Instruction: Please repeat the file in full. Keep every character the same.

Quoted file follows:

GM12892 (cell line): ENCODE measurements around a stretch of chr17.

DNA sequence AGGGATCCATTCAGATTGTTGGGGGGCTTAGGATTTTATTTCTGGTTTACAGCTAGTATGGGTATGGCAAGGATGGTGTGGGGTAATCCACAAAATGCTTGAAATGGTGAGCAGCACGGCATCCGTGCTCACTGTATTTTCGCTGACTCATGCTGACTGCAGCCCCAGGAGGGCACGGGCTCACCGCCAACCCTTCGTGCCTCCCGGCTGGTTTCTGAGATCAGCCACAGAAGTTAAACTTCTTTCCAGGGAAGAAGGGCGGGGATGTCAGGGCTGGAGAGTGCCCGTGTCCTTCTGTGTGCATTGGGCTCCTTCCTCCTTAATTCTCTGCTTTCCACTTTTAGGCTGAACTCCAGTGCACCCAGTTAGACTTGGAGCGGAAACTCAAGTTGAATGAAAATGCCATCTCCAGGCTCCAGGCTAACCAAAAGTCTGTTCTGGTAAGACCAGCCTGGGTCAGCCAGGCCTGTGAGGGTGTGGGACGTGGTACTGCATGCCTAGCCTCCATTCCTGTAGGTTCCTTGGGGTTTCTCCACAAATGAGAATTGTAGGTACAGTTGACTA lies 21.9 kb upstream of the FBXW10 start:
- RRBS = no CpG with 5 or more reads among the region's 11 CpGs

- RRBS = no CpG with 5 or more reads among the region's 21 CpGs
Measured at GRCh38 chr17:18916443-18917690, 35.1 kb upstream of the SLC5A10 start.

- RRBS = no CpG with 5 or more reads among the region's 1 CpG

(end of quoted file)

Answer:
GM12892 (cell line): ENCODE measurements around a stretch of chr17.

DNA sequence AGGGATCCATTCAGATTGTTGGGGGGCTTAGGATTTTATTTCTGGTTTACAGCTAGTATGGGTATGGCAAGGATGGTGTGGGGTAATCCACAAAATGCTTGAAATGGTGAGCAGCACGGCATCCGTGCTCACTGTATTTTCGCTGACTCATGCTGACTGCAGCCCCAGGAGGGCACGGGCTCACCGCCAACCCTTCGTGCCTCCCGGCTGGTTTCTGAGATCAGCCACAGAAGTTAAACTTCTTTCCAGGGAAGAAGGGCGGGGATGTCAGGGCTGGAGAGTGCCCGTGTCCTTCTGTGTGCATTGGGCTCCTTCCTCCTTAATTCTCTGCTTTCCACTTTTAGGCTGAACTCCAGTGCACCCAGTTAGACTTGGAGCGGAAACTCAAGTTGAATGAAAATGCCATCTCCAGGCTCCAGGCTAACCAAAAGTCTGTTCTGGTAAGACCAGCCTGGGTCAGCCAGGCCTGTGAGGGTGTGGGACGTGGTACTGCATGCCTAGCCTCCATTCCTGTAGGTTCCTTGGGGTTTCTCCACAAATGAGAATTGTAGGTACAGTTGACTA lies 21.9 kb upstream of the FBXW10 start:
- RRBS = no CpG with 5 or more reads among the region's 11 CpGs

- RRBS = no CpG with 5 or more reads among the region's 21 CpGs
Measured at GRCh38 chr17:18916443-18917690, 35.1 kb upstream of the SLC5A10 start.

- RRBS = no CpG with 5 or more reads among the region's 1 CpG